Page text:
No less than the Institute for Economic Affairs has sanctioned a survey which suggests that the upcoming generations have little time for capitalism.
The first two conclusions are:
1. Millennials have long been portrayed as a politically disengaged and apathetic generation. In recent years, however, that portrayal has changed drastically. The rise of mass movements such as Black Lives Matter, Extinction Rebellion, the ‘Greta Thunberg movement’ and Momentum, together with the ‘campus culture wars’, have turned perceptions upside down. Today, Millennials are much more commonly described as a hyper-politicised generation, which embraces ‘woke’, progressive and anti-capitalist ideas. This is increasingly extended to the first cohorts of the subsequent generation, ‘Generation Z’.
2. Surveys show that there is a lot of truth in the cliché of the ‘woke socialist Millennial’. Younger people really do quite consistently express hostility to capitalism, and positive views of socialist alternatives of some sort. For example, around 40 per cent of Millennials claim to have a favourable opinion of socialism and a similar proportion agree with the statement that ‘communism could have worked if it had been better executed’.
This should be of little surprise.
The fact that more than two centuries of capitalism has landed us at a dangerous disaster of climate heating can be lost on few.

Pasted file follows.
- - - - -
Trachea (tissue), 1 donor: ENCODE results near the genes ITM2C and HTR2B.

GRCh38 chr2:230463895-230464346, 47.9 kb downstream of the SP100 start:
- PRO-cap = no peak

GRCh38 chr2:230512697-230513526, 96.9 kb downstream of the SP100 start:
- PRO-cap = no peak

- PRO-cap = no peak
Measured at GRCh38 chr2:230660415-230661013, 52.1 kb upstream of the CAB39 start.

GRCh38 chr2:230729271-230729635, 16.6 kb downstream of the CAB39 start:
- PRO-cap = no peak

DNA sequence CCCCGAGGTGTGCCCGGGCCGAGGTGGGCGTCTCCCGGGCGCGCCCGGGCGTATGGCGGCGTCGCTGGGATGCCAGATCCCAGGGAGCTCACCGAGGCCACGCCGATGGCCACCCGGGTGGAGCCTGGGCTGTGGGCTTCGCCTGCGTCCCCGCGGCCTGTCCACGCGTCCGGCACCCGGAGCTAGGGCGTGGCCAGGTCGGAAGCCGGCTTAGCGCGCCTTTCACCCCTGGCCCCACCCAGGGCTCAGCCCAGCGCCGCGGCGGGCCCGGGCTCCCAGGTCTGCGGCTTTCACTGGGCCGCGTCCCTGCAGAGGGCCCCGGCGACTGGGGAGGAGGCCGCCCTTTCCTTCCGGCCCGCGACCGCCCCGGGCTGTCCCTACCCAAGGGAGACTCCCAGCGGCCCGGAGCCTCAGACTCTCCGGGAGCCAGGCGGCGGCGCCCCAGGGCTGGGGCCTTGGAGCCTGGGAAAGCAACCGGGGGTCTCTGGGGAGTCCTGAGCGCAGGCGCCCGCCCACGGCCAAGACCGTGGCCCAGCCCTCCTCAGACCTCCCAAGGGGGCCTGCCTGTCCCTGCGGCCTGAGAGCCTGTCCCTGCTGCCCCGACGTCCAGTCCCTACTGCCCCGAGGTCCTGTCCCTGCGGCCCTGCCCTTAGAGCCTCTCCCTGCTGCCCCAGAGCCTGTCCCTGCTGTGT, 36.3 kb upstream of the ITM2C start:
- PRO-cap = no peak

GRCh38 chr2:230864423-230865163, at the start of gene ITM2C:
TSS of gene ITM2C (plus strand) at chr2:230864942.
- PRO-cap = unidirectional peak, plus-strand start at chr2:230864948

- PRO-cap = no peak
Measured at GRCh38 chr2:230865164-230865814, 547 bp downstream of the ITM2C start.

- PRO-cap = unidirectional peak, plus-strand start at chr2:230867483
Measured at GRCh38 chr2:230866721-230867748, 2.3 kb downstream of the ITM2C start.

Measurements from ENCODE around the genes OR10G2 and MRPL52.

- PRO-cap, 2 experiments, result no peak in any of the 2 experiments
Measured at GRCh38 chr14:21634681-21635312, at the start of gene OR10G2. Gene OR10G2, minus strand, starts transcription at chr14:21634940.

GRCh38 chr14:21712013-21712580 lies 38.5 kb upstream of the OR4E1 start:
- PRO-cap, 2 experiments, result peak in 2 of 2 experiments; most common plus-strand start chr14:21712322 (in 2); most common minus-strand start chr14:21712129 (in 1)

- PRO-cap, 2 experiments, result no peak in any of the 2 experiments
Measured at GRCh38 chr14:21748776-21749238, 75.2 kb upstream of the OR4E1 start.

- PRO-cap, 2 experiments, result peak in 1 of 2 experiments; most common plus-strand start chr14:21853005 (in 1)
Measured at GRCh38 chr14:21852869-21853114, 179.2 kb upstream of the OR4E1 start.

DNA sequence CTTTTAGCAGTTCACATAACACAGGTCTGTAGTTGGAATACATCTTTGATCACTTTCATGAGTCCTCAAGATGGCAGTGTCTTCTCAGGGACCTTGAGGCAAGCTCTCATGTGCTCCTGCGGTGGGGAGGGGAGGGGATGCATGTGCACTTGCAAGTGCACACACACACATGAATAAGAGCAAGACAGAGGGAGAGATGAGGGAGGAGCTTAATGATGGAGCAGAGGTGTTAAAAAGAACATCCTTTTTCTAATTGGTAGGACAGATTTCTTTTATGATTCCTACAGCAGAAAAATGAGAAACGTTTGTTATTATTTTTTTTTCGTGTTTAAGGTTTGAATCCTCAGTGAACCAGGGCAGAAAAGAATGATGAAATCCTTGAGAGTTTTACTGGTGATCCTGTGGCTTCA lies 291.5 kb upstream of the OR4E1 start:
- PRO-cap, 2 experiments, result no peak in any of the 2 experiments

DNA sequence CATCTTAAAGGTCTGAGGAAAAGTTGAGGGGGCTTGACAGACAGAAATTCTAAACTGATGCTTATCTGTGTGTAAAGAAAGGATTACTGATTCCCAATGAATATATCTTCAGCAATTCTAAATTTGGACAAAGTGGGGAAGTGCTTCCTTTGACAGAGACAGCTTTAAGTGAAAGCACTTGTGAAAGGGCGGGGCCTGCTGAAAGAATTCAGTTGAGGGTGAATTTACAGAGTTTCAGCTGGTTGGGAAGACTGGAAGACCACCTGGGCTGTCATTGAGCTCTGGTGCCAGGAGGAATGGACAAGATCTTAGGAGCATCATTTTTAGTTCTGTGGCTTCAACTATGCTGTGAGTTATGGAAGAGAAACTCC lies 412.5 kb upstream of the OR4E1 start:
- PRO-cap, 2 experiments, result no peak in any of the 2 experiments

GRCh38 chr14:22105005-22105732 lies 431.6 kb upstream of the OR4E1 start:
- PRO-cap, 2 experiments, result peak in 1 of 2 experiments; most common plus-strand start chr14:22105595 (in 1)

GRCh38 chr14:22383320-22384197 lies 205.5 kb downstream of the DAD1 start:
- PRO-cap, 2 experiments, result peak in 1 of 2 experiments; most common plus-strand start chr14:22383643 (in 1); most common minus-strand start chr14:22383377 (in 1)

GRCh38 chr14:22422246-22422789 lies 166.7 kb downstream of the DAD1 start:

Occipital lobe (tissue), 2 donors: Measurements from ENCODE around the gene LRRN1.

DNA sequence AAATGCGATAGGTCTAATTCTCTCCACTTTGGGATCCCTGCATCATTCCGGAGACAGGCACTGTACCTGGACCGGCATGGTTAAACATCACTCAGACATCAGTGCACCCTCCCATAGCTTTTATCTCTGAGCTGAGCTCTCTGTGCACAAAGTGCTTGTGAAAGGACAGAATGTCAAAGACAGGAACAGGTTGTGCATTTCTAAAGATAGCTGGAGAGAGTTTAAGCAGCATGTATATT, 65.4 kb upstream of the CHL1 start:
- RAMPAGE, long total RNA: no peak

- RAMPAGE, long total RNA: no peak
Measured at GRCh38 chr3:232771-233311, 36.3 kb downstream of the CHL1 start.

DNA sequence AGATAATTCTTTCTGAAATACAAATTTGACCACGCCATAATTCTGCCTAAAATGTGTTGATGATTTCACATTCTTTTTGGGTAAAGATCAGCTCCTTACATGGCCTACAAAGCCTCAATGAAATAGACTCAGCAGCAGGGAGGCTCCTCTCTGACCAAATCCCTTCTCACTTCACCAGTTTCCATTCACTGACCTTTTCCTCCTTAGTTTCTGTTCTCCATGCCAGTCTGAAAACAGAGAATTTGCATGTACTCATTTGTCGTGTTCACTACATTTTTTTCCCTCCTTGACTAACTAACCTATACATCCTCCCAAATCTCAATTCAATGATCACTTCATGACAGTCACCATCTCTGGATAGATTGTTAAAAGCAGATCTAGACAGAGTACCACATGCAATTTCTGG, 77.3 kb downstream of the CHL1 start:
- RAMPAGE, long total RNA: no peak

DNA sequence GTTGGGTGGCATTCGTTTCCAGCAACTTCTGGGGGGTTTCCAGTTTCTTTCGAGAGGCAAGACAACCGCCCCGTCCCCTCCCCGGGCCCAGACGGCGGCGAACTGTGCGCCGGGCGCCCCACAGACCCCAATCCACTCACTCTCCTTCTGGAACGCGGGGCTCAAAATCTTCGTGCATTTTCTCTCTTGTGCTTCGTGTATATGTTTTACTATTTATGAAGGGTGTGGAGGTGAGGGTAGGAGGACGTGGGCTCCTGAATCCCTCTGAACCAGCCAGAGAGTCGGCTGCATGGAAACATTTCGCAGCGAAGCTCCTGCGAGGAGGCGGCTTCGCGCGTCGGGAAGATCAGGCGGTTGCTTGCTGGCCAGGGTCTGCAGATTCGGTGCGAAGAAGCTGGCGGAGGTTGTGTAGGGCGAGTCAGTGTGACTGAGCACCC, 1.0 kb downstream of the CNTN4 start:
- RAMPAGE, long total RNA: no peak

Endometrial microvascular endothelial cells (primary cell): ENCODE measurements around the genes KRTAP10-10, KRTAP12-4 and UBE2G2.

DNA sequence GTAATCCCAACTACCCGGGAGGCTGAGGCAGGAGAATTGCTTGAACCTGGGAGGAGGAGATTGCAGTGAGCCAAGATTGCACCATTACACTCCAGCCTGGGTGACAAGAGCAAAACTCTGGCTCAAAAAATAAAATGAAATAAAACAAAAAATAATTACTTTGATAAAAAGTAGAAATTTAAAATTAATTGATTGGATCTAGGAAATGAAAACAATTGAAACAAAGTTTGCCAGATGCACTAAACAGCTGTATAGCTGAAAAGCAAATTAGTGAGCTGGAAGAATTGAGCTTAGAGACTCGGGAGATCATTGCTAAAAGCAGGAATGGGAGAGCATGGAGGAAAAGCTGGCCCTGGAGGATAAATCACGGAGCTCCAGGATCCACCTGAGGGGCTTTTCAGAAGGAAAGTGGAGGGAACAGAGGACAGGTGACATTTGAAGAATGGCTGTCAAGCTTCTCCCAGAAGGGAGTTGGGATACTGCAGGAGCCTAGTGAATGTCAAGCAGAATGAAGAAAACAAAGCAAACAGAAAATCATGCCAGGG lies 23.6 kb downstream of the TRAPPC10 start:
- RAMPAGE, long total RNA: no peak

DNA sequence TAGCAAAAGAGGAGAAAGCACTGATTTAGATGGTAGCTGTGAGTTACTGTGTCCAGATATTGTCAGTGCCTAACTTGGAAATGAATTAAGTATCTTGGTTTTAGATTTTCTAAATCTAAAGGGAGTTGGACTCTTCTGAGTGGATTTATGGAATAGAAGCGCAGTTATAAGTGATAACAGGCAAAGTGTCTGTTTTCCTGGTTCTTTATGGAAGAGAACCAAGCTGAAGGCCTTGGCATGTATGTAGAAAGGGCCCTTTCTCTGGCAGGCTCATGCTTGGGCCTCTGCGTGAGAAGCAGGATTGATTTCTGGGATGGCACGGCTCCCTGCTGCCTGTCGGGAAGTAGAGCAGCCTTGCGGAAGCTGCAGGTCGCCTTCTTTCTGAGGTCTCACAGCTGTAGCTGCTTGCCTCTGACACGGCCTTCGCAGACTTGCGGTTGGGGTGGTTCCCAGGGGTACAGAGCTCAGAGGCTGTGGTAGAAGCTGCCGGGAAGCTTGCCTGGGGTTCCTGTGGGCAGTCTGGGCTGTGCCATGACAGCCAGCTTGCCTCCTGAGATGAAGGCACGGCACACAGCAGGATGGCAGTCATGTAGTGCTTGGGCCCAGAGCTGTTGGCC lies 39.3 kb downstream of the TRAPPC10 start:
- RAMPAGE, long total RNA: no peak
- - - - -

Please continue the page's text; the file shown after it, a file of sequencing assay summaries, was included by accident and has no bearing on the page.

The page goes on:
However the survey further suggests that:
None of our results mean that supporters of capitalism should throw in the towel, concede defeat in the battle of ideas and just accept that the future belongs to socialism. But it does suggest that they should take ‘Millennial Socialism’ far more seriously than they currently do. They should treat it as a challenge and engage with it, rather than dismiss it or deny it exists.
It will be interesting to see how the IEA reacts to this….
It is basically suggesting that the game is likely soon to be up – it is difficult to deceive the people for ever – so they need to come up with other arguments.
It will be interesting to see if they do.
For trickle-down economics works as an idea only so long as people do not realise that it is a deceit.
At first when the logic doesn’t work. And then, more obviously, when the facts confirm that there has been no trickle-down
Money spent by government will always be spent by those who have to spend until it eventually arrives with people who do not have to spend it – the rich.
Thus money always trickles up. It stops with those who can afford to save.
No wonder the millennials think current capitalism is pretty poor – because it is. And that more socialism is worth a try – because it would be.
Life need not be as unfair as it is. It is unfair because financialised low-tax capitalism makes it so.
Perhaps the ‘millennials’ are beginning to realise that baked in to the DNA of all capitalist economies is that if you do not tax the rich they will always take your money as rent.